Aluminum Design Practices (and examples)
Fig. 1: Temporary Aluminum Box Truss used on a movie set
Aluminum is a lightweight metal which strength wise falls somewhere in between wood and steel (wood on average will have an allowable bending stress of 1 ksi, Aluminum is around 10 ksi for welded 6061-T6, and Steel is around 20 ksi for A36). Because of its weight, it is often used in temporary structures or during special events.
One fun fact about aluminum (fun in the sense that it is unlike any other material we’ve learned of so far, not fun in the sense that it greatly complicates the design) is the fact that once aluminum is welded it has significantly less strength than non-welded aluminum. And yes, I’m sure wood would also greatly lose it’s strength if welded to (a little joke).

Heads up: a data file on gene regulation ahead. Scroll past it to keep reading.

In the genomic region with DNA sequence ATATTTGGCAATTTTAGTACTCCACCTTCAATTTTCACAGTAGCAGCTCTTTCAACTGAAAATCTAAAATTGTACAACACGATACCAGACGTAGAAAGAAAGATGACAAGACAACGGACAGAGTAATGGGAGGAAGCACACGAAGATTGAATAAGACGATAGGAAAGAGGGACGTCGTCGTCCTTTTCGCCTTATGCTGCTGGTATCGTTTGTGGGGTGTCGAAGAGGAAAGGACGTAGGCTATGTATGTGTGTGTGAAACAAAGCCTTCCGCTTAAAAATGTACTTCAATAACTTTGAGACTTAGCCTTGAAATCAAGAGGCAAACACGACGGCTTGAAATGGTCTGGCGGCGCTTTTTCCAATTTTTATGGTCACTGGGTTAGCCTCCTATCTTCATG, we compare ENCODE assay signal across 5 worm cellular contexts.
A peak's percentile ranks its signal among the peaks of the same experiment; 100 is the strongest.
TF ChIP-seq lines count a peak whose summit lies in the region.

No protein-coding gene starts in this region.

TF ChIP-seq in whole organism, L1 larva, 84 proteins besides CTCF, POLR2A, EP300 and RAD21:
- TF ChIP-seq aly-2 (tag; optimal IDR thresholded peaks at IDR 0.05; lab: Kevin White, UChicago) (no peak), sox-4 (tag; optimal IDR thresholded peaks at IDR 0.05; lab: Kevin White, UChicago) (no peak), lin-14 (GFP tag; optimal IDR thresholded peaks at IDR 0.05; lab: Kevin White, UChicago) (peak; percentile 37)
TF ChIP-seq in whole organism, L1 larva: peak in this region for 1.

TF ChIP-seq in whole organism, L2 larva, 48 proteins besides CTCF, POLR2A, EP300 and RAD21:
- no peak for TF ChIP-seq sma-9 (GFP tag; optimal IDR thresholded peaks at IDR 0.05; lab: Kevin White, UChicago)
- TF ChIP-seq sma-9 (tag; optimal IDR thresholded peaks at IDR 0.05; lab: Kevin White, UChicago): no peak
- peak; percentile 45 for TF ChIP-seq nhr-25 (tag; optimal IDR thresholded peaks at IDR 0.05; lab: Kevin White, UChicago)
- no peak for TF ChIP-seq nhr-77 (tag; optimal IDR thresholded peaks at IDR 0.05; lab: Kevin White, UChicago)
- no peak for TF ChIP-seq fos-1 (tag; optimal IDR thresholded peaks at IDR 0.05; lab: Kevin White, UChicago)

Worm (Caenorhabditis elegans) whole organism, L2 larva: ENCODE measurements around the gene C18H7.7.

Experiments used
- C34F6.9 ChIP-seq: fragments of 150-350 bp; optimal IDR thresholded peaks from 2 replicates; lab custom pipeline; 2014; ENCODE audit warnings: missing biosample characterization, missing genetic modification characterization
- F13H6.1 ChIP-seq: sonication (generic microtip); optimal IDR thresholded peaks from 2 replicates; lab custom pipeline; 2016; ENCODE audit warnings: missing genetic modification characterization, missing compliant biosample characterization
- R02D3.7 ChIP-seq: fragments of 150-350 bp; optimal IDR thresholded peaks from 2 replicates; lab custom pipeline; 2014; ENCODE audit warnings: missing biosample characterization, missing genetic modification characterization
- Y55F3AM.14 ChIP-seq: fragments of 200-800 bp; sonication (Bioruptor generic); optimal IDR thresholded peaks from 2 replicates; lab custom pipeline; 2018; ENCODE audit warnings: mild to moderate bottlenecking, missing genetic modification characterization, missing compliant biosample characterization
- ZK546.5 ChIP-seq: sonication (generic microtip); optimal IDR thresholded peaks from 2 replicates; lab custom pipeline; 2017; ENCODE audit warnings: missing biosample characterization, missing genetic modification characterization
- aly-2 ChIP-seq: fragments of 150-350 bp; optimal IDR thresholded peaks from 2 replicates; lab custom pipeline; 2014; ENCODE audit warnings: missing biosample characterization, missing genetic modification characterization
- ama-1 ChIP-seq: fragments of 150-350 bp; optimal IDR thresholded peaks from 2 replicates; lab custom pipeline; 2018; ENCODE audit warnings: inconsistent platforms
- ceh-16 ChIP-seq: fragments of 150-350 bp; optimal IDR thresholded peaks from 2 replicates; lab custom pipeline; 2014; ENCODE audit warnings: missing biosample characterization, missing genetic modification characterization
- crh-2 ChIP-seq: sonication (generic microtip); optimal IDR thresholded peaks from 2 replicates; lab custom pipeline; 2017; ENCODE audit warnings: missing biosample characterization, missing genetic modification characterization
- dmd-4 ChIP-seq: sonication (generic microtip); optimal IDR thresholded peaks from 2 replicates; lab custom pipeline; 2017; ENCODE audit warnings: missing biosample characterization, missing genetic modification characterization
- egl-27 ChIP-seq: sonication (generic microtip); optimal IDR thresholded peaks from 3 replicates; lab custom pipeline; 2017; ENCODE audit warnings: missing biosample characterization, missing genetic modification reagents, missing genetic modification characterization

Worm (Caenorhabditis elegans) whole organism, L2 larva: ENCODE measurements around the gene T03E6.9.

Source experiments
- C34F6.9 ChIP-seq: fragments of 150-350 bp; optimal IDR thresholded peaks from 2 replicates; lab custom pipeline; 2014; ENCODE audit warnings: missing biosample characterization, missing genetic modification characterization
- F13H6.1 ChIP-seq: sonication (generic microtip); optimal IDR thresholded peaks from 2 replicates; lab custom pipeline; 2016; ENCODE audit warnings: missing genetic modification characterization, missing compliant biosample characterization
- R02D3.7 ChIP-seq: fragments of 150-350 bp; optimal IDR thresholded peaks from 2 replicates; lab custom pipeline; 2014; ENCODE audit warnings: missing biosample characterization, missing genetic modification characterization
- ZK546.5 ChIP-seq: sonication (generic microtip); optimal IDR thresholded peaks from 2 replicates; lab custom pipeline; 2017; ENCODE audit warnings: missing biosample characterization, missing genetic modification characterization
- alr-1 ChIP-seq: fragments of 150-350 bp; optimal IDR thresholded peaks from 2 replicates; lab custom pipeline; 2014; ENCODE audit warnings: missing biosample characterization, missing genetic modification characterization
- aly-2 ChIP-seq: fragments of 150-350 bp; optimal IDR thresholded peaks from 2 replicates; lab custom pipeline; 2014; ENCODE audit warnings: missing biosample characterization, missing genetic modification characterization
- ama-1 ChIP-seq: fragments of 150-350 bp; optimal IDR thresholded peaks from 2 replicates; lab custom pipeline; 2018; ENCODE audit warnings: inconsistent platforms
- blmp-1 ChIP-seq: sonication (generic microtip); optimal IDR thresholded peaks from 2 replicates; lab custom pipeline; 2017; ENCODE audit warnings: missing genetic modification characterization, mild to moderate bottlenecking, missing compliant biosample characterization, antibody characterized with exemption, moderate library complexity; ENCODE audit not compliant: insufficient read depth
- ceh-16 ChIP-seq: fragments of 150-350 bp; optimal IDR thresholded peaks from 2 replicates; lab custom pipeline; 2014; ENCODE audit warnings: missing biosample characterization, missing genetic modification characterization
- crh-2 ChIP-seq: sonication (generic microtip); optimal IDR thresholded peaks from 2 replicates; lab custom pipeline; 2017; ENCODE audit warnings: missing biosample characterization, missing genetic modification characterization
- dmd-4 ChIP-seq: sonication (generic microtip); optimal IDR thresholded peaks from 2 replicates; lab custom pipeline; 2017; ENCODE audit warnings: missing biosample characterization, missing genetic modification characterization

Note: The most common aluminum (6061-T6) will lose about 50% of it’s strength once welded
How to solve for AL sections using the ADM:
- The Aluminum Allowable Stress Tables?
- Aluminum Design Rules
- Welding in Aluminum?
- Aluminum Safety Factors?
Various AL Structures:
Aluminum is used for a variety of different structural uses including:
- Lighting Rigs
- Electrical Transmission Lines
- Windows, Doors, & Siding
- Base Ball Bats
AL Properties (english units):
- E = Modulus of Elasticity = 10,200 ksi
- G = Shear Modulus of Elasticity = 3,900 ksi
- Poisson's ratio (v) = 0.33
- Thermal deformation = 12.8 x 10-6 1/ºF
- γ = weight density = 169 pcf
The 2007 version of the IBC used the 2005 version of the Aluminum Design Manual. Although the ADM has a section on welds, additional information for welding can be found in the AWS D1.2 titled “…”.